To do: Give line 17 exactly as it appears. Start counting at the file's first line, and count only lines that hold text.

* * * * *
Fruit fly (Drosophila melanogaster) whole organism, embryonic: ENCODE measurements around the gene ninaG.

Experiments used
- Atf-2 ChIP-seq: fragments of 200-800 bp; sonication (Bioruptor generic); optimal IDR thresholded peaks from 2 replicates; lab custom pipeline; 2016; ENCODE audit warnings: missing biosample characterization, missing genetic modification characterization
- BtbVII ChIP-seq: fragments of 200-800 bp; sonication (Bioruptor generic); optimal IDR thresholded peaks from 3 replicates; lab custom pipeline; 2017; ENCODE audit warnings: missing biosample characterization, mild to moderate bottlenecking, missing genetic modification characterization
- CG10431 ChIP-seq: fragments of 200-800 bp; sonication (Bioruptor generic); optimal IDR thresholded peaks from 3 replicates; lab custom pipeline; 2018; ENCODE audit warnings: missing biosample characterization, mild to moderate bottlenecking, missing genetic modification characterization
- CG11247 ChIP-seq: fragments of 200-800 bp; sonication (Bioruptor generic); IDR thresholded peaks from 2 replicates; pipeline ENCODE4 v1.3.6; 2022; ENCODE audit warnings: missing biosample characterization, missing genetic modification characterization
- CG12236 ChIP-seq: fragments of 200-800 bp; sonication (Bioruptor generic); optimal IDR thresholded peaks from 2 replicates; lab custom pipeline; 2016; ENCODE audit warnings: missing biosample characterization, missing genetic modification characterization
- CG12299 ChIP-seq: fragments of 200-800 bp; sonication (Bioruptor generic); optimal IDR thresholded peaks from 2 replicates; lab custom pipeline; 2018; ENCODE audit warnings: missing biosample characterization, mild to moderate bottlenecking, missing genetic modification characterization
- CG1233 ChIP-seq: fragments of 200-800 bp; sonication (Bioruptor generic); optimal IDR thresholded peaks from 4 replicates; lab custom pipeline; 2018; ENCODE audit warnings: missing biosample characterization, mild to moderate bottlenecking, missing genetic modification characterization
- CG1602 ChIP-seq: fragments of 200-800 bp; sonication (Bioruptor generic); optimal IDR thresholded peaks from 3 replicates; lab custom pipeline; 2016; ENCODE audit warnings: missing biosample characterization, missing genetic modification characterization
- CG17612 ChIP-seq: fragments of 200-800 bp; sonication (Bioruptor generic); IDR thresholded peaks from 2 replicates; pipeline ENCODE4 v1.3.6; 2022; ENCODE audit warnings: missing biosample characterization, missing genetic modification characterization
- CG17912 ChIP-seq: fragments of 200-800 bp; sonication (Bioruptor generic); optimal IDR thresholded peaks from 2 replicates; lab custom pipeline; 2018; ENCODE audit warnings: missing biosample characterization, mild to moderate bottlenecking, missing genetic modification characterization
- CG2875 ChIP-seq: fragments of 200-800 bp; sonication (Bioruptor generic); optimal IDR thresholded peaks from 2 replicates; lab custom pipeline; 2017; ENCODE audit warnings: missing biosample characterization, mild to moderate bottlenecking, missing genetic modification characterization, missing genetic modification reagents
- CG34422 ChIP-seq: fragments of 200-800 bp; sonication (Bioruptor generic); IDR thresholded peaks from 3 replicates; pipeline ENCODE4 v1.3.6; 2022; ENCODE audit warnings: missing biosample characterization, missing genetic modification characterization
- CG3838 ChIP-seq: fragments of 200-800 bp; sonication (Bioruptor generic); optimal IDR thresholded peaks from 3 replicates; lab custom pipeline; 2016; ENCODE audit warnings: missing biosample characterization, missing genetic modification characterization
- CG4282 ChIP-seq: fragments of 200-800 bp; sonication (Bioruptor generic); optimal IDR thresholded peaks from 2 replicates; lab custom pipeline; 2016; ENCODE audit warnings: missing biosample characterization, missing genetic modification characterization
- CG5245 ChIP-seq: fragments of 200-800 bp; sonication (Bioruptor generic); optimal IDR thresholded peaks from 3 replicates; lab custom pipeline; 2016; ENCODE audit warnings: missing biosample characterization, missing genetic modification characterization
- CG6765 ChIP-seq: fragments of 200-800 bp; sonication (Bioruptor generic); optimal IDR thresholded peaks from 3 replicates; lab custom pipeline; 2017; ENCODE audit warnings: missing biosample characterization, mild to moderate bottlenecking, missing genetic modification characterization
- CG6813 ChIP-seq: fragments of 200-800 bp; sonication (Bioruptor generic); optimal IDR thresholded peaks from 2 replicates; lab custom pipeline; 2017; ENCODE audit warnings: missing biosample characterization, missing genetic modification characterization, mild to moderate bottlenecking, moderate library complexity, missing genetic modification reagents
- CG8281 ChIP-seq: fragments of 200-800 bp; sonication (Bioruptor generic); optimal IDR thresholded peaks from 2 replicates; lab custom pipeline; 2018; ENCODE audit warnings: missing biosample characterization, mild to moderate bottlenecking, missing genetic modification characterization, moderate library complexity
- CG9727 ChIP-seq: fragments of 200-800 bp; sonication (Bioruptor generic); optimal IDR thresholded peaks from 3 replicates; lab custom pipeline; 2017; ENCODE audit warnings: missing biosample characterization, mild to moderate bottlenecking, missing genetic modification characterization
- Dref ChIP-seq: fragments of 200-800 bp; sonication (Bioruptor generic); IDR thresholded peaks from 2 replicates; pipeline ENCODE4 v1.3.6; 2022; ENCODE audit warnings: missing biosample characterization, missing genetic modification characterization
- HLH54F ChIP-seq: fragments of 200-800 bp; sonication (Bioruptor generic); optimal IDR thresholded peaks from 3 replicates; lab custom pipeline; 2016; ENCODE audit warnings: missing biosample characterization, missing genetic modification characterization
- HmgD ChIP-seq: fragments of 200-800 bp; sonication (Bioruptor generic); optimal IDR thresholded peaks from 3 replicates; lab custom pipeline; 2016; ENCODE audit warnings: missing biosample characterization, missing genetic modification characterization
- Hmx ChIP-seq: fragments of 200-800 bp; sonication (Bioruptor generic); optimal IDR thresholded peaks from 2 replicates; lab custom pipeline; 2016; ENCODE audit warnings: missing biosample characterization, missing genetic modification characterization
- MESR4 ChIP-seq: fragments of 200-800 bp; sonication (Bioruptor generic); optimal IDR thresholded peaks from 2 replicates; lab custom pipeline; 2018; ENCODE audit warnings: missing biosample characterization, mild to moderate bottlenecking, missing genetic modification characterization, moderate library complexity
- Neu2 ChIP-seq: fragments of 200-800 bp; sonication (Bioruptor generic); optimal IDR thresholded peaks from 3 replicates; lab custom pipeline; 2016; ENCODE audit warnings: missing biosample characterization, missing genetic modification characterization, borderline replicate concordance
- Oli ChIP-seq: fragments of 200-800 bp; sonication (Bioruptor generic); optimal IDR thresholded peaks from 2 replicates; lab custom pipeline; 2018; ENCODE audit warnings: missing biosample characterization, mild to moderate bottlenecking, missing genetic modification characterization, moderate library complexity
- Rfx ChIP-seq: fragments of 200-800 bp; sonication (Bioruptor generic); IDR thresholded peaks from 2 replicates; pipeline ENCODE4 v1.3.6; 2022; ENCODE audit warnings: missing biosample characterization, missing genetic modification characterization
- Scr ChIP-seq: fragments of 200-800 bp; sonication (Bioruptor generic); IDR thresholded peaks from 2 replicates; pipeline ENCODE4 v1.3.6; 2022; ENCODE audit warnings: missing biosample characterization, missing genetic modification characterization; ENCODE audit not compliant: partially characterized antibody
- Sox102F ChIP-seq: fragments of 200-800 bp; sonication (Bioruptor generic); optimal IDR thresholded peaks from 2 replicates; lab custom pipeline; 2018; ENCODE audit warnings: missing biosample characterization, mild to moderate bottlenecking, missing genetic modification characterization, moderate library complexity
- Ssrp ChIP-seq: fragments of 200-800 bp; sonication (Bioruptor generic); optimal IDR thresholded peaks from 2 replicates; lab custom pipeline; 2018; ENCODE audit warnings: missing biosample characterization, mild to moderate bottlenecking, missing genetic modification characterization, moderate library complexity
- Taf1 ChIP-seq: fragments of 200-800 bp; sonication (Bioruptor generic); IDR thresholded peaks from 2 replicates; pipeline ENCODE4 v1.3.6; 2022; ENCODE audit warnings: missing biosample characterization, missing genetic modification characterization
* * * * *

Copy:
- CG5245 ChIP-seq: fragments of 200-800 bp; sonication (Bioruptor generic); optimal IDR thresholded peaks from 3 replicates; lab custom pipeline; 2016; ENCODE audit warnings: missing biosample characterization, missing genetic modification characterization